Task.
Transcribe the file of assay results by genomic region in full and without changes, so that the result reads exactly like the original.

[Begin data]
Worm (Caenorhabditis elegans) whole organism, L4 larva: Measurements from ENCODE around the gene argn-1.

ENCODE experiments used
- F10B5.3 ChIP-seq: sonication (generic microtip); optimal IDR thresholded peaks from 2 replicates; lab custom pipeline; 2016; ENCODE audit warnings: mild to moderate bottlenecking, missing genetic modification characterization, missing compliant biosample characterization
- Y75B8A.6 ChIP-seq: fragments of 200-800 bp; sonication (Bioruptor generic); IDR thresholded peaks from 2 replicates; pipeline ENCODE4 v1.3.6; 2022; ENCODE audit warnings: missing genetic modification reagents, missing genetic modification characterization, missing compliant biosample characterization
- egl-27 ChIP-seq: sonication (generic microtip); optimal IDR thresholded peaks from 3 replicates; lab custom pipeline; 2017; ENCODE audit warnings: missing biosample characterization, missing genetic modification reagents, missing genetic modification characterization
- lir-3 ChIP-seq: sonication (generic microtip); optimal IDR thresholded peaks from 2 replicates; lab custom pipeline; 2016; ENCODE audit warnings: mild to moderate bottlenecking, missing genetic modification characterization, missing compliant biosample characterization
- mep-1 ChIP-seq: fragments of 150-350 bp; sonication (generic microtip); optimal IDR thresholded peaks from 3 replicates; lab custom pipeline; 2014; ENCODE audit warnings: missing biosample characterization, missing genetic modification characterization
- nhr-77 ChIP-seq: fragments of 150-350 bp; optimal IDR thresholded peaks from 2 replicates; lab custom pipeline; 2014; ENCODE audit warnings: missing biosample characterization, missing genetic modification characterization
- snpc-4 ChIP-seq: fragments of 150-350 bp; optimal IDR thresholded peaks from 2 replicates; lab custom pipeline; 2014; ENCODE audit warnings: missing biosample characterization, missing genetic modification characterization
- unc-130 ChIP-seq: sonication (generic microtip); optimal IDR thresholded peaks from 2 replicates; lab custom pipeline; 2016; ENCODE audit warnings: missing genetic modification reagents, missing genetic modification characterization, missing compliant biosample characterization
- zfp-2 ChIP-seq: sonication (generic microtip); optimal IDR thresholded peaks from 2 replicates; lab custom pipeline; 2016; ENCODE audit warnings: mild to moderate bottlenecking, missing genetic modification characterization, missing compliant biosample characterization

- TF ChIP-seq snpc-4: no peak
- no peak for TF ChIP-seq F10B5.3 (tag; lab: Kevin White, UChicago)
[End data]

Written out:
Worm (Caenorhabditis elegans) whole organism, L4 larva: Measurements from ENCODE around the gene argn-1.

ENCODE experiments used
- F10B5.3 ChIP-seq: sonication (generic microtip); optimal IDR thresholded peaks from 2 replicates; lab custom pipeline; 2016; ENCODE audit warnings: mild to moderate bottlenecking, missing genetic modification characterization, missing compliant biosample characterization
- Y75B8A.6 ChIP-seq: fragments of 200-800 bp; sonication (Bioruptor generic); IDR thresholded peaks from 2 replicates; pipeline ENCODE4 v1.3.6; 2022; ENCODE audit warnings: missing genetic modification reagents, missing genetic modification characterization, missing compliant biosample characterization
- egl-27 ChIP-seq: sonication (generic microtip); optimal IDR thresholded peaks from 3 replicates; lab custom pipeline; 2017; ENCODE audit warnings: missing biosample characterization, missing genetic modification reagents, missing genetic modification characterization
- lir-3 ChIP-seq: sonication (generic microtip); optimal IDR thresholded peaks from 2 replicates; lab custom pipeline; 2016; ENCODE audit warnings: mild to moderate bottlenecking, missing genetic modification characterization, missing compliant biosample characterization
- mep-1 ChIP-seq: fragments of 150-350 bp; sonication (generic microtip); optimal IDR thresholded peaks from 3 replicates; lab custom pipeline; 2014; ENCODE audit warnings: missing biosample characterization, missing genetic modification characterization
- nhr-77 ChIP-seq: fragments of 150-350 bp; optimal IDR thresholded peaks from 2 replicates; lab custom pipeline; 2014; ENCODE audit warnings: missing biosample characterization, missing genetic modification characterization
- snpc-4 ChIP-seq: fragments of 150-350 bp; optimal IDR thresholded peaks from 2 replicates; lab custom pipeline; 2014; ENCODE audit warnings: missing biosample characterization, missing genetic modification characterization
- unc-130 ChIP-seq: sonication (generic microtip); optimal IDR thresholded peaks from 2 replicates; lab custom pipeline; 2016; ENCODE audit warnings: missing genetic modification reagents, missing genetic modification characterization, missing compliant biosample characterization
- zfp-2 ChIP-seq: sonication (generic microtip); optimal IDR thresholded peaks from 2 replicates; lab custom pipeline; 2016; ENCODE audit warnings: mild to moderate bottlenecking, missing genetic modification characterization, missing compliant biosample characterization

- TF ChIP-seq snpc-4: no peak
- no peak for TF ChIP-seq F10B5.3 (tag; lab: Kevin White, UChicago)